Enabling and disabling unattended upgrades on Debian and Ubuntu

Josh Sherman
1 min read
Command-line Interface Debian / Ubuntu

The unattended-upgrades package on Debian is absolutely fantastic. It takes cares of the stable packages that can be installed safely automatically, leaving you with fewer manual upgrades that you have to deal with yourself.

Sadly though, I ran into an issue recently where the unattended-upgrades script was running in the background and eating up a ton of CPU every morning when I sat down at my computer.

This happened multiple times in a single week, each time of which I would let it run it’s course. This ended up taking a few hours each time, which isn’t great when I need to be doing other stuff that needs CPU time too.

Because I was in a bit of a time crunch the last time it was happening, I went ahead and just kill -9ed the script. Actually I did that multiple times, as I either picked the wrong process ID, or it perhaps started back up again immediately.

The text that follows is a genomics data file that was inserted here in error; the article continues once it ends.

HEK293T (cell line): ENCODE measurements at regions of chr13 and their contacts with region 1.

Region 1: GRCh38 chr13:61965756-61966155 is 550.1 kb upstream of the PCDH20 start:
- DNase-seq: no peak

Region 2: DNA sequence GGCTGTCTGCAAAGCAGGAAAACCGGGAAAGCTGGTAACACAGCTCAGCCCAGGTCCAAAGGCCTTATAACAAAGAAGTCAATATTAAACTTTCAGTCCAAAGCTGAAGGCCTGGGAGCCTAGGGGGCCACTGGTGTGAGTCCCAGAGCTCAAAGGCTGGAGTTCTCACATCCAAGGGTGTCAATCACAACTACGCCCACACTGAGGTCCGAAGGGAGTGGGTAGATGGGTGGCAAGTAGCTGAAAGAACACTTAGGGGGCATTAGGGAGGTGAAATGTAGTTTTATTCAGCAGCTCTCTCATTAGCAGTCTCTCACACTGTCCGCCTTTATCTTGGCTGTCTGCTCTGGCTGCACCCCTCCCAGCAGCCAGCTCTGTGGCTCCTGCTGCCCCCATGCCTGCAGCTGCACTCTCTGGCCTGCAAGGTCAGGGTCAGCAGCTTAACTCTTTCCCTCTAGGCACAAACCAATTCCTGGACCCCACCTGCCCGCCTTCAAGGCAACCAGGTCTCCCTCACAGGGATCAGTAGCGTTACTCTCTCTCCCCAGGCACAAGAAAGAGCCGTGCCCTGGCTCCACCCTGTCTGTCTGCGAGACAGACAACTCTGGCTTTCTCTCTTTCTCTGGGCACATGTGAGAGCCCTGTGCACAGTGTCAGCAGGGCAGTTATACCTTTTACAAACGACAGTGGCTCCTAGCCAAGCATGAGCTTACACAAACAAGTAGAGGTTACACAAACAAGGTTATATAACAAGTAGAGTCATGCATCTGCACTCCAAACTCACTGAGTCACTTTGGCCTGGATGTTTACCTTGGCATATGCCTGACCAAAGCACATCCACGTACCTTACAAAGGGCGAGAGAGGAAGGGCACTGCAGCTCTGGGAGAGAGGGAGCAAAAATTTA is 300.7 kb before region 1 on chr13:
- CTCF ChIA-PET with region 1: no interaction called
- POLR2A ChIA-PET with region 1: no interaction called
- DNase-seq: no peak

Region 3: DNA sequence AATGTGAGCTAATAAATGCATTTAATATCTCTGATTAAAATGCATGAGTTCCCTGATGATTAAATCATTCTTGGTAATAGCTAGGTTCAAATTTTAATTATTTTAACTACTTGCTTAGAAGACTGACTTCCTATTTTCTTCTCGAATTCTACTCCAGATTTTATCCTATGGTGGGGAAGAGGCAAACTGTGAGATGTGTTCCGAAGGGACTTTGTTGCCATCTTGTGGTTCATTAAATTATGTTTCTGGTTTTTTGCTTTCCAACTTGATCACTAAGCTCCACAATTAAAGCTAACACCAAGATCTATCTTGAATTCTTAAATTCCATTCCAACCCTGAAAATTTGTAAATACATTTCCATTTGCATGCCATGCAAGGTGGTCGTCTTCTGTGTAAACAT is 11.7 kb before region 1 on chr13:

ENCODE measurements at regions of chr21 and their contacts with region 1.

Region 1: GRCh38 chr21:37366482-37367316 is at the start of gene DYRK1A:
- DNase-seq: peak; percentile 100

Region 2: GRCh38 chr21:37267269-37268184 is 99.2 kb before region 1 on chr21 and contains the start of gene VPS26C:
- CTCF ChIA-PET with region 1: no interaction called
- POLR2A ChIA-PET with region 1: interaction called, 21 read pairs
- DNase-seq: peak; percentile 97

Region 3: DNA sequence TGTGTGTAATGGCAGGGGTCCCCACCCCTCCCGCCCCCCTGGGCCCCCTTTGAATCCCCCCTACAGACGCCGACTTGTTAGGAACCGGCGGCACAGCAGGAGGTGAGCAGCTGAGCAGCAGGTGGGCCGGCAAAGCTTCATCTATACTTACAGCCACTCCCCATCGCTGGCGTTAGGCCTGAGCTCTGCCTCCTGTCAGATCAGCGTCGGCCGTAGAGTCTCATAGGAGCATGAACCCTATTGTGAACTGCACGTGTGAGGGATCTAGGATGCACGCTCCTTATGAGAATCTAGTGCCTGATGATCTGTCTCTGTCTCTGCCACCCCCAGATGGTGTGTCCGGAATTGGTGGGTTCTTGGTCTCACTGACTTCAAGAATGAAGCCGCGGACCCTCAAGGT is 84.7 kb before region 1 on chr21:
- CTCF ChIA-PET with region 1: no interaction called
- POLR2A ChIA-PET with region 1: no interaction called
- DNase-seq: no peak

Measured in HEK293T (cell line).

Not wanting to have it spin back up, I decided to disable the service, but left it installed so I can revisit at a later date.

Disabling and enabling the unattended-upgrade package on Debian, as well as Ubuntu, is quite simple. To do so, you will need to reconfigure the package and tell it if you’d like to enable or disable things:

% sudo dpkg-reconfigure unattended-upgrades

Automatically download and install stable updates? [yes/no]

Keep in mind, if the system you’re on supports ncurses text-based user interfaces, you will receive that, with a bit more contextual information.

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Husband. Father. Pug dad. Musician. Founder of Holiday API, Engineering Manager and Emoji Specialist at Mailshake, and author of the best damn Lorem Ipsum Library for PHP.

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